Goizueta Review of Groody Border of Death Valley of Life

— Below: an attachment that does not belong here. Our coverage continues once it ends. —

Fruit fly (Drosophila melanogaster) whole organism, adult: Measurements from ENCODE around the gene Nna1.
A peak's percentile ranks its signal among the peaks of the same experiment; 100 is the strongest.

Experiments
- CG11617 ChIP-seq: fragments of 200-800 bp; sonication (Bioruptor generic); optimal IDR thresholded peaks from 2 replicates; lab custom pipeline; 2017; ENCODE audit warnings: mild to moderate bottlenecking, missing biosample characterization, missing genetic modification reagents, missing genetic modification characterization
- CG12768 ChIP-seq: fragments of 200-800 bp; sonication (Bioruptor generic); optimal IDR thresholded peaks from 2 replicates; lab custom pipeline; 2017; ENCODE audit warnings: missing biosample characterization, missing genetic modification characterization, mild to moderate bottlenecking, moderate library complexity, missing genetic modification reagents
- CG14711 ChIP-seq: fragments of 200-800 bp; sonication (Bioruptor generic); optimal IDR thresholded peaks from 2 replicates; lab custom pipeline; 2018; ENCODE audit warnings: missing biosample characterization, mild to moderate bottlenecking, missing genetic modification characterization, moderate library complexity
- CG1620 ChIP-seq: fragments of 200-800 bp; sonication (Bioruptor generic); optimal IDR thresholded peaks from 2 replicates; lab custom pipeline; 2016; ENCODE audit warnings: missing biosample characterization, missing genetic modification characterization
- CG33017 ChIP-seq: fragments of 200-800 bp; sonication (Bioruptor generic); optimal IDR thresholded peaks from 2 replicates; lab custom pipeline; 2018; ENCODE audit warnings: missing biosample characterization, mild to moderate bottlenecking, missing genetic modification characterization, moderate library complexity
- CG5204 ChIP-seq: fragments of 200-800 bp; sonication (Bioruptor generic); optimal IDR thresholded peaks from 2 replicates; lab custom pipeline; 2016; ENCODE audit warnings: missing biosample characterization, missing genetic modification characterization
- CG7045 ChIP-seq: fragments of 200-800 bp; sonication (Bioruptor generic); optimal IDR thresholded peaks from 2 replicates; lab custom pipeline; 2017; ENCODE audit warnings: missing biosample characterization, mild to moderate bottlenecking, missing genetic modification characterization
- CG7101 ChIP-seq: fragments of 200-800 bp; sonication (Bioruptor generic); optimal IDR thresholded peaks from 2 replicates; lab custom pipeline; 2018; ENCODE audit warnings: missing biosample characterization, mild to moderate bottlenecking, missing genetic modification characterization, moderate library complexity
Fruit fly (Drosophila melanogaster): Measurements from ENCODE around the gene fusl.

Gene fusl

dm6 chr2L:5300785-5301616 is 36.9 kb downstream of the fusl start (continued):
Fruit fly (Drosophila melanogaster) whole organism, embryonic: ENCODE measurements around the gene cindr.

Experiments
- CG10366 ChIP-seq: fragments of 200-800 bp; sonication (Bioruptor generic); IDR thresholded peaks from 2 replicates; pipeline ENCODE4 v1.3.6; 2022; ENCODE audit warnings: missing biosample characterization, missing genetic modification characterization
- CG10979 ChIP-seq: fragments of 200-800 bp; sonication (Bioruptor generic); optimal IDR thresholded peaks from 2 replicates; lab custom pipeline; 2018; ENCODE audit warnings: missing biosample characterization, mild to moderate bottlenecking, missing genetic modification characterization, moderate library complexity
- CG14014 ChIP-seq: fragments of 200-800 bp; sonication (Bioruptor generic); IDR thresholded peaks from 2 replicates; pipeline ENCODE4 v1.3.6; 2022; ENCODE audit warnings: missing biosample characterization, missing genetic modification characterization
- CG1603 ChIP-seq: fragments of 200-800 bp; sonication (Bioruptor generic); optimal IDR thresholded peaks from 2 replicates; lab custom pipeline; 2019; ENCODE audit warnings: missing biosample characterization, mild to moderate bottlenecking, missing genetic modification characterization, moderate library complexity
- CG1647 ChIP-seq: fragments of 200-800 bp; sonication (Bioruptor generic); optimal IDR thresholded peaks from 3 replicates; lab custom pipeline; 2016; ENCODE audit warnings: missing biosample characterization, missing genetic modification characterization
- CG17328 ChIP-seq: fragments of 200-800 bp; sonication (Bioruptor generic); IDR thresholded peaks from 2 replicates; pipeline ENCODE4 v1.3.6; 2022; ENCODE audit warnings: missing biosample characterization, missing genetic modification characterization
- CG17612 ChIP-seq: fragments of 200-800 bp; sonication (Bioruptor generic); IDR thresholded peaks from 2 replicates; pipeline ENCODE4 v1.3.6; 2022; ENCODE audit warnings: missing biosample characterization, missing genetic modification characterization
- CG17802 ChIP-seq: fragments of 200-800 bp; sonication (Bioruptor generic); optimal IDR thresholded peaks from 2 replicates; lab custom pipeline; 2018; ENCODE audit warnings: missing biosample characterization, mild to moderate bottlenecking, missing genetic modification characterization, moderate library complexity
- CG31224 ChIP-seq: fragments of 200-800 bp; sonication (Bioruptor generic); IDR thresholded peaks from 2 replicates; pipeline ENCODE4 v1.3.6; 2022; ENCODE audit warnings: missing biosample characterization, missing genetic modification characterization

Groody, Daniel G. Border of Death, Valley of Life: An Immigrant Journey of Heart and Spirit. Lanham, MD: Rowman & Littlefield, 2002. Pages, xv + 188. Paper, $24.95. ISBN: 0742522415 Reviewed by: Roberto Goizueta While the literature on Mexican immigrants is extensive, covering a broad range of disciplines, little has been written on the spiritual lives of Mexican immigrants. If only as a remedy for this lacuna, then, the publication of Daniel Groody’s book Border of Death. Valley of Life represents an important achievement. Yet the book's value is not limited to its significance as a resource for research on immigration, for this is a volume that one will return to over and over again, in search not only of intellectual insight but spiritual sustenance as well. At its most basic level, this is the moving story of the author's experience accompanying a migrant community in Coachella, California in its life of struggle, work, and prayer. More specifically, Groody recounts his participation in the Valley Missionary Program in Coachella, an evangelization and spiritual renewal program begun by a member of the author’s religious community, Father William Lewers of the Congregation of the Holy Cross. The book’s unifying theme is corazón (heart), a term which, as Groody notes, “in Mexican Spanish has a totally different meaning than heart in the English language, where it is often separated from knowledge and reduced to sentimentality” (8). Here, el corazón symbolizes the holistic worldview that, integrating affect and intellect, is incarnated in the lives of the Coachella community, and reflected in the author's own methodology, where a rigorous analysis is rooted in and returns to the researcher’s own active participation in the ongoing life of the community. Whether viewed as “participatory action research” or, in Antonio Gramsci’s sense, the work of an “organic intellectual,” the result is a powerful testament to a God whose intimate presence in the daily struggles of an immigrant community is palpable and transformative. The book is neatly divided into four chapters: Corazón Destrozado (The Crushed Heart: The Dynamics of Mexican Emigration and Immigration), Corazón Rehabilitado (The Rehabilitated Heart: The Dynamics of Healing and Empowerment), Corazón Animado (The Animated Heart: The Dynamics of Conversion and Transformation), Corazón Florido (The Flowering of the Heart: The Dynamics of Inculturation and Mission). The four sections trace the journey of the community's corazón from brokenness, through rehabilitation and transformation, to an empowering and revivifying union with God. Indeed, this diary of a people's spiritual journey appears almost as the communal, historical embodiment of another corazón, that of St. John of the Cross traversing the “Dark Night of the Soul.” The crushing pain of leaving behind home and family and the daily confrontation with death during the border-crossing are depicted with often harrowing directness. Integrated into these accounts is a devastating analysis of the brutality the immigrants face in the new land. “‘The most difficult thing,’ said Jaime, ‘is feeling the impotence of not being able to do anything’” (17). The middle chapters examine the healing and transformation of these crushed corazónes as they share their sufferings and minister to each other through their participation in the Valley Missionary Program. The subsequent chapters detail and examine the newfound dignity and the new life celebrated in the midst of this common struggle, a new life that, in the book's poignant final chapter, is identified with Our Lady of Guadalupe and the Guadalupe narrative. Particularly helpful for the theological scholar will be the insightful way in which Groody uses the work of Bernard Lonergan and Donald Gelpi as a framework for analyzing the community's pilgrimage as a conversion process. Here, Groody does an admirable job of explaining methodological concepts clearly while perceptively exploring their practical implications in the life of a marginalized community. This is a beautiful book in every sense of the term, and it deserves a broad readership; it can be read fruitfully on many levels, from that of the novice undergraduate to that of the professional research scholar. The text is supplemented by numerous black-and-white photographs of scenes from the life of the Coachella community, photographs which are noteworthy in themselves, conveying powerfully the community's spiritual pilgrimage. Other added benefits to the student will be the narrative of Our Lady of Guadalupe appended to the text, and the fine index included in the book.